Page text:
Art, this request is almost a month old. By law, state agencies (the Department of Education included) have three days in which to produce requested records or provide a date and time they will be available for inspection. The department has done nothing to provide these records other than send me a B.S. letter. I might overlook this if it were an isolated case, but this has been repeated time and again. I’m weary of playing their little games and I’m ready to file suit against John White and the Department of Education. I don’t want to file only to have them provide the records. I want to pursue this to seek my court costs, my attorney fees and any applicable fines. The Monroe News Star filed suit and White cratered and provided the records and nothing further was done. I don’t want that. I want to extract penalties for non-compliance or they’ll just repeat the procedure the next time I make a public records request.
Please file the necessary litigation immediately. I will pay the filing fee but I want the Department of Education to reimburse me.
My receipt indicated that White opened and read our email at precisely 3:44 p.m.
At 3:50 p.m. Tuesday, I received the following response from attorney Art Smith:
Gotcha. Will be glad to do.
Then, beginning at 6:20 p.m. and continuing through 6:43 p.m. we began receiving the first of what would ultimately be eight separate emails containing 119 pages of emails and other data from the Department of Education, some of which addressed our requests and others that did not.
Those responses that did not address our specific requests, however, were quite revealing. Because White made such a big production of the complaints he said he received about the old format of the department’s web page which led to the complete revamp of the page, we decided to call his bluff and ask for those complaints.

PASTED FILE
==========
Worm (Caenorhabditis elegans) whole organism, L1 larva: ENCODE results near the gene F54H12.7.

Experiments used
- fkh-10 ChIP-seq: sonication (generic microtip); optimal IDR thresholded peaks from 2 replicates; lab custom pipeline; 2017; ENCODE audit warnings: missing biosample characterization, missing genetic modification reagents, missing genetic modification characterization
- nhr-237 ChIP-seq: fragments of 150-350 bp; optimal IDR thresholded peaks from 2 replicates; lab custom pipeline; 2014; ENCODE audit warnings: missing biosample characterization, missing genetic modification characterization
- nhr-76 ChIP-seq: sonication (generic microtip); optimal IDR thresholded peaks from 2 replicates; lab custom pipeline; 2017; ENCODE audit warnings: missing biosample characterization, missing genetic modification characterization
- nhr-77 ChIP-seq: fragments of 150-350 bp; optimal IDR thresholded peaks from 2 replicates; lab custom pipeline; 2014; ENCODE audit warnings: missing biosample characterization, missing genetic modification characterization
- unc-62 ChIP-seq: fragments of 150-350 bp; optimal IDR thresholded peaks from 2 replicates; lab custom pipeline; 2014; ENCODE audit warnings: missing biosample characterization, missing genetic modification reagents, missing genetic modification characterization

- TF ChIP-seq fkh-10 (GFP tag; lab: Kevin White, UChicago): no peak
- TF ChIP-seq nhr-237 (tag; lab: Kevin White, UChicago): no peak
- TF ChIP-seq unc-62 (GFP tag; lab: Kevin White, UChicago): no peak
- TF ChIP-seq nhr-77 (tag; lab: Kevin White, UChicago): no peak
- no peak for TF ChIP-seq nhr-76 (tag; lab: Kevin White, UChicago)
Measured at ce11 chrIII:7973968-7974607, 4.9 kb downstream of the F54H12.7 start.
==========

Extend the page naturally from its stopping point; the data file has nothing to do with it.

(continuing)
What we got instead of complaints about the old web page was a stream of complaints about the current format, including one writer who, in the email’s subject line wrote “YOUR NEWLY DESIGNED WEBSITE SUCKS,” and who then proceeded to chastise the department for the misspelling of “recieve.” (Yep, that’s the way your new DOE website spells receive.) “For crying out loud, USE YOUR SPELLCHECKER!” the Monroe critic wrote, adding, “Please correct this and make this site professional, not juvenile.”
Another wrote: “Many of your links lead to errors. Come on, man!”
“I am unable to locate information that I need to do my job. If we no longer have a website that is user friendly, what are we expected to do?” asked another.
Strangely, however, there were no complaints provided by White about the old web site even though he said the changes were made pursuant to “many complaints” about the old site.
Unimpressed with White’s last-minute attempt to head off unpleasant litigation, we followed up with another email at 9:37 p.m., again copying our attorney and Caldwell:
Mr. White, I am in receipt of eight separate emails from your office which purport to provide the information I requested (itemized below).
I can’t help but notice, however, that absent from the 117 pages you provided me under threat of litigation (which remains a valid option) were responses to requests 1, 2, and 6.
Please, without further delay, provide:
1) Any communications in any form or contracts relative to the “Shared Learning Collaborative” or SLC, a project of the Gates Foundation.
2) Information regarding Louisiana’s participation in Phase I of the above project.
6) All communication and/or contracts relevant to current or future association with Gates Foundation or its subsidiaries.
Because of the stalling tactics employed by you and the department, I shall not grant you the customary three days waiting period for this information inasmuch as it has already been 28 days since my initial request.
Litigation shall follow if this information is not provided by the close of business Wednesday, February 20, 2013.
White opened and read our latest email at 9:43 p.m.
We’ll keep you posted on developments and if anyone wishes copies of the emails that were provided, we will be happy to provide them electronically at no cost. Just contact us at: email@example.com